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Nearly Half of Cancer Deaths Attributable to Modifiable Risk Factors

Jaime Rosenberg
Approximately 45% of cancer deaths expected in 2019 will be related to modofiable risk factors, such as smoking and alcohol use. However, the prevalence of these risk factors vary by racial/ethnic group, as well as education level.
Cancer mortality continues to decline in the United States. Despite this progress, approximately 45% of the 607,000 cancer deaths expected to occur in 2019 will be related to modifiable risk factors, including smoking, obesity, and lack of cancer screening.

These findings come from an analysis of population-based surveys, which also found that the prevalence of these risk factors varies among racial/ethnic groups, as well as education level. The surveys, which included the National Health Interview Survey and the Behavioral Risk Factor Survey, captured data through 2017.

“Reducing these modifiable cancer risk factors and improving cancer screening will require broad implementation of national, state, and local policies, social/community efforts, as well as individual behavioral interventions,” wrote the researchers. “Many of these strategies have been proven to be effective, but their application has been suboptimal, especially in socioeconomically deprived populations.”

Tobacco use

Overall, cigarette smoking accounts for approximately 29% of cancer deaths. While smoking rates have decreased, smoking prevalence remains significantly higher in certain populations, ranging from 5% of women who graduated college to 30.1% of men with less than a high school education. Among both men and women, smoking was least prevalent among Asians (10.6% and 3.6%, respectively) and highest among American Indian/Alaska Natives (27.3% and 21.5%, respectively).

The report also looked at e-cigarette use, which has dramatically increased in recent years, particularly among adolescents and young adults, and has faced increased scrutiny from federal officials, most notably former FDA Commissioner Scott Gottlieb, MD. In 2017, 2.9% of adults reported using e-cigarettes, with racial/ethnic (Hispanic: 1.6%; white: 3.7%) and education level (college: 1.4%; high school: 3.9%) differences observed.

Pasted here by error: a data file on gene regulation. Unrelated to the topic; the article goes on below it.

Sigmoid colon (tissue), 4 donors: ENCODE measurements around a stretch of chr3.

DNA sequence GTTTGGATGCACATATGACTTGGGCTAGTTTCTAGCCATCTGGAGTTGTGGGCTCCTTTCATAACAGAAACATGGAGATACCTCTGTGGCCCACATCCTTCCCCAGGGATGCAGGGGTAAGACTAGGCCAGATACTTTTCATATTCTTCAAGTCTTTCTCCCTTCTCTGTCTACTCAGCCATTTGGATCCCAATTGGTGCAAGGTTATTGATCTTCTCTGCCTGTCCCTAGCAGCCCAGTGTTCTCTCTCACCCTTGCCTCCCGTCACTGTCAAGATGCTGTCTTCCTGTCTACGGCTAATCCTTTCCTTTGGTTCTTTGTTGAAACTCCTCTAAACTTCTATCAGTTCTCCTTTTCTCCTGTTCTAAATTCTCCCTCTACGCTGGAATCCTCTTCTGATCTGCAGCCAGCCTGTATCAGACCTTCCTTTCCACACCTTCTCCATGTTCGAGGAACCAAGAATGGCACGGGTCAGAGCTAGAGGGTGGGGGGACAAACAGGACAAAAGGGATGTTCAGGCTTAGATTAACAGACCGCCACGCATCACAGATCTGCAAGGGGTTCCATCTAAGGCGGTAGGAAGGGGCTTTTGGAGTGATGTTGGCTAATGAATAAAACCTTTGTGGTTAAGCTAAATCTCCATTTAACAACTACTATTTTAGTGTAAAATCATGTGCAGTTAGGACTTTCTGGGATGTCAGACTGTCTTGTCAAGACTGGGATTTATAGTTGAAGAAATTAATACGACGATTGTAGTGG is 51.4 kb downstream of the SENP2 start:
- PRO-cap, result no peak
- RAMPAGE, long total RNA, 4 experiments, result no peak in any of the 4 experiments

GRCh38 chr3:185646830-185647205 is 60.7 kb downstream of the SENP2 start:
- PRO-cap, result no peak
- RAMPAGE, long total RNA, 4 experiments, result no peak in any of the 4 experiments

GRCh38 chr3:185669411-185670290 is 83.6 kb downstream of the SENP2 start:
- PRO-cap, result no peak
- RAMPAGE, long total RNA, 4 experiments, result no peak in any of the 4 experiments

Excess body weight, alcohol, and physical activity

An estimated 16% of cancer deaths are a result of a combination of overweight and obesity, excess alcohol consumption, poor diet, and lack of physical activity.

While the prevalence of overweight has remained stable over recent years, in 36.5% of men and 26.9% of women, the prevalence of obesity has drastically increased, with 7 states having obesity rates of at least 35% in 2017, up from 0 states in 2012. The report also highlighted significant disparities with obesity rates, with more than half of Hispanic (50.6%) and black (54.9%) women being obese, compared with 38% of white women and 14.8% of Asian women.

In 2017, 5.3% of adults were considered heavier drinkers, with a higher prevalence among white men and women. Heavy drinking was defined as more than 14 drinks per week for men and more than 7 drinks per week for women over the past year.

Approximately 26% of adults reported no physical activity, which ranged from nearly 50% of adults with less than a high school education to 14.4% of college graduates. Racial/ethnic disparities were also observed but were less pronounced and varied by gender. Hispanic (34.3%) and black (31.3%) men were more likely to be inactive compared with whites (21%), Asians (21.2%), and American Indian/Alaska Natives (36.5%). Hispanic (37.2%), black (38.3%), and American Indian/Alaska Native women (36.5%) were more likely to be inactive than Asians (28.6%) and whites (22.9%).

Cancer screening

Among women aged 50 to 74, 71% reported having a mammogram within the past 2 years. Less than 65% of Hispanic, American Indian/Alaska Native, and Asian women reported having a mammogram compared with 68.4% of white and 71% of black women, and college graduates were significantly more likely to report having a mammogram. Similar findings were seen with cervical cancer screening.

Colorectal cancer screening increased significantly from less than 40% in 2000 to 62.5% in 2015. Education seemed to play a significant role in colorectal cancer screening, with less than half of adults with less than a high school education being screened compared with 71.3% of adults with a college degree. Racial/ethnic disparities were also observed, with less than half of Hispanics and Asians being screened compared with 54.3% of American Indian/Alaska Natives, 61.8% of blacks, and 65.4% of whites.

In 2015, approximately one third (34.4%) of men over 50 reported having a prostate-specific antigen test within the past year. However, the report notes that until 2018, the United States Preventive Services Task Force recommended that asymptomatic men not be routinely screened.

Reference:

Sauer A, Siegel R, Jemal A, Fedewa S/ Current prevalence of major cancer risk factors and screening test use in the United States: disparities by education and race/ethnicity [published online April 10, 2019]. Cancer Epidemiol Biomarkers Prev. doi: 10.1158/1055-9965.EPI-18-1169.

 
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